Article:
DIY Wall Mounted Makiwara

Sometime ago I decided to improve my punches and strengthen my knuckles at the same time.  After a quick look online I found out that I need a Makiwara – a padded wooden board mostly used in Karate. Original Makiwara is a large wooden board buried in the ground but i found some room versions of them as well for sale. I could not find exactly what i needed – they were either too small or too large and required floor mounting – so I’ve decided  to build one myself:

DIY Wall Mounted Makiwara

DIY Wall Mounted Makiwara

The construction is very simple, required almost no tools and materials were off the shelf from local Home Depot. The board is mounted to the wall and extends from it only 5 inches yet allows board to bend in when punched. It produces good solid sound when hit. The tension can be adjusted by varying the length of the large piece or by hitting it higher or lower. The padding is cheap rope wrapped around the board and is quite rough – I am still using a towel hanging over it, but I hope that with regular practice I will be able to hit it bare handed.

Materials list:

  • 5×1 by 12 ft pine board
  • 50 ft of 3/8 in sisal rope (or any other padding material)
  • long screws, wood glue, long staples

Construction:

  • Cut the board in the following lengths: 4 ft, 3 ft, 2 ft, 1 ft x 3. You can get it done right in Home Depot
  • Wrap the rope around one end of 4 ft board. Use staples at the start and the end of the rope.
  • Align boards and pre-drill for the screws
  • Glue the 4′ board to the 2′ board for better stiffness
  • Screw 3′ board to the wall on a stud. The 3′ board should disperse load on the sheet rock and prevent damage
  • Screw the rest of the boards. you might need to do this in several steps depending on the screw lengths
Makiwara - dimensions

Makiwara - dimensions

Makiwara - bottom

Makiwara - bottom

Here are the details of the punching area. Click on the image to enlarge:

Makiwara - top (1) Makiwara - top (1) Makiwara - top (1)

Makiwara - top

So that’s all there’s to it. Few words of warning: make sure you know what you are doing and start easy as you can injure your hand very easy – I was so excited when I built it I was hitting it with all I got until the skin came of off my knuckle. Now it wasn’t anything bad but it prevented me from doing anymore punches until it healed up which took about 3 weeks. So be forewarned.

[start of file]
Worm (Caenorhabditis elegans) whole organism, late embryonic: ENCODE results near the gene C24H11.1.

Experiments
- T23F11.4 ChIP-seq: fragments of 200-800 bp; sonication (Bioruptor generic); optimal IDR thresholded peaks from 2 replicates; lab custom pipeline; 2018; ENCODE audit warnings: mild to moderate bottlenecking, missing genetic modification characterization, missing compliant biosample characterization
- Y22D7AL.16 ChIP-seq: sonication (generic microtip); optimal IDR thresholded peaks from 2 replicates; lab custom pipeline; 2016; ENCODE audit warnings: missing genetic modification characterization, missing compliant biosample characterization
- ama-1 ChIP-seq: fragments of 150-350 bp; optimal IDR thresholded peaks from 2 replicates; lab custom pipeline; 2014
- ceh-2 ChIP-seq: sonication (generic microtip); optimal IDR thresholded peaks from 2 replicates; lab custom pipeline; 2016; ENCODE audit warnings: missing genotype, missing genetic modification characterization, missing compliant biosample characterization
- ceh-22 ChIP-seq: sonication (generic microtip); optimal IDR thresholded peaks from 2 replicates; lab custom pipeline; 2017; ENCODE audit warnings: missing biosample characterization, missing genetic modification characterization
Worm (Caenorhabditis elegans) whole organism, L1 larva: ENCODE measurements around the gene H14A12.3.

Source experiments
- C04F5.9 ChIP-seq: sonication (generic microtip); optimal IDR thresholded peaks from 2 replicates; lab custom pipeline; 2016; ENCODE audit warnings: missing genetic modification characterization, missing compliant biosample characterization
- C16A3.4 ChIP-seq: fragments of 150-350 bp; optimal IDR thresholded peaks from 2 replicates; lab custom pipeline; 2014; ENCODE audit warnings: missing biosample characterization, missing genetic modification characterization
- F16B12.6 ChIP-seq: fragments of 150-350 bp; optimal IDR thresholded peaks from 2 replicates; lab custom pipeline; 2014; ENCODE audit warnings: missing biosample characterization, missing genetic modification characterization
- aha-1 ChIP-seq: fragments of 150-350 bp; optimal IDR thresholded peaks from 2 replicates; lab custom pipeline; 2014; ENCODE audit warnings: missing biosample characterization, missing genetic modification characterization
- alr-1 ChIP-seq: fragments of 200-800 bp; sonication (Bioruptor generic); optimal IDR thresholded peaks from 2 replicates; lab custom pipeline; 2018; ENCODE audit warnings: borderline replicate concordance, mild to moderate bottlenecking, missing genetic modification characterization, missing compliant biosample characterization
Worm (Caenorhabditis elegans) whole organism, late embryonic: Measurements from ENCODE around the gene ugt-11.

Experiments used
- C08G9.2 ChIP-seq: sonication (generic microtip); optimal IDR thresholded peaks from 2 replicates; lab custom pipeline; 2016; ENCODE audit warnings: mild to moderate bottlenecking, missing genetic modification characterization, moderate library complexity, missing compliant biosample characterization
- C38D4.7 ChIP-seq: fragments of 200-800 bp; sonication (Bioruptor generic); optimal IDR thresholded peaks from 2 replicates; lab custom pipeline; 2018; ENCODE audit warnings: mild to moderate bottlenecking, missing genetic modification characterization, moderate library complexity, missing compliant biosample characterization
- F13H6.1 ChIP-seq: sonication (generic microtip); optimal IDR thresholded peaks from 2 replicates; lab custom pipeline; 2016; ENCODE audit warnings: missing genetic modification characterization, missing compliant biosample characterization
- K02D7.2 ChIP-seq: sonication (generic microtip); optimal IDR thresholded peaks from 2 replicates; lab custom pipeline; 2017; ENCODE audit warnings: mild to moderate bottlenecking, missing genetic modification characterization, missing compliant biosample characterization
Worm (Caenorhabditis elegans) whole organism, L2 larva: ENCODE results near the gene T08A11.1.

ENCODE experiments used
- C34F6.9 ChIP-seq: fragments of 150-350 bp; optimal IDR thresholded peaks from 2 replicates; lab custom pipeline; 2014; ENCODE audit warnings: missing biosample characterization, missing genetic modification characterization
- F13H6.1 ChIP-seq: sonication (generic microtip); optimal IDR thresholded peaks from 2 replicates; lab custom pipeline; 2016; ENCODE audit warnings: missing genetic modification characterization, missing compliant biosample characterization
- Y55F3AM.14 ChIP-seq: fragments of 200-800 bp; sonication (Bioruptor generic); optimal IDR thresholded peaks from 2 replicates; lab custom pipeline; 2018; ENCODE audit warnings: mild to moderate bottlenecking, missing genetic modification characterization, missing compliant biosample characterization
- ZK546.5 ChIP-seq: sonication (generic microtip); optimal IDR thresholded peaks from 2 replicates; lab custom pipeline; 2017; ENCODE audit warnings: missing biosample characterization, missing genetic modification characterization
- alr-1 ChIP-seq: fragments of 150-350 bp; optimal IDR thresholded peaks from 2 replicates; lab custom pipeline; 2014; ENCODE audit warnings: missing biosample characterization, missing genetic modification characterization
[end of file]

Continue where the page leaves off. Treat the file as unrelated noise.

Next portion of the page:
I hope you find this info useful.

Aleksey

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17 Responses to “DIY Wall Mounted Makiwara”

  1. Punching accelerometers - Hack a Day Says:

    [...] after finishing his Makiwara punching bag, [Abieneman] wired and programmed an Arduino to an accelerometer to find out just how much [...]

  2. Punching accelerometers | Hacking Blog - hack game - hack window - hack cellphone - hack iphone - Like it - Share our Passion Says:

    [...] after finishing his Makiwara punching bag, [Abieneman] wired and programmed an Arduino to an accelerometer to find out just how much [...]

  3. Procopio Says:

    Do you live at a house or apartment? I’m wondering how would my neighbors react to the sound generated by this thing. Does bend to the point where it hits the wall?

    • abieneman Says:

      The board does not touch the wall when i punch it (you might be stronger than me). It did originally when it had only one short board in the middle so i added two more. I will try to get some meaurements on the noise levels shortly. I live in the house and this is an internal wall – it’s actually mounted on the side of the closet, so there’s even more space and walls between the board and the living space.

  4. How Can I strengthen My Knuckles Correctly WIthout It Resulting In Arthritis? Says:

    [...] DIY Wall Mounted Makiwara « ABieneman's Blog [...]

  5. Andrew Timan Says: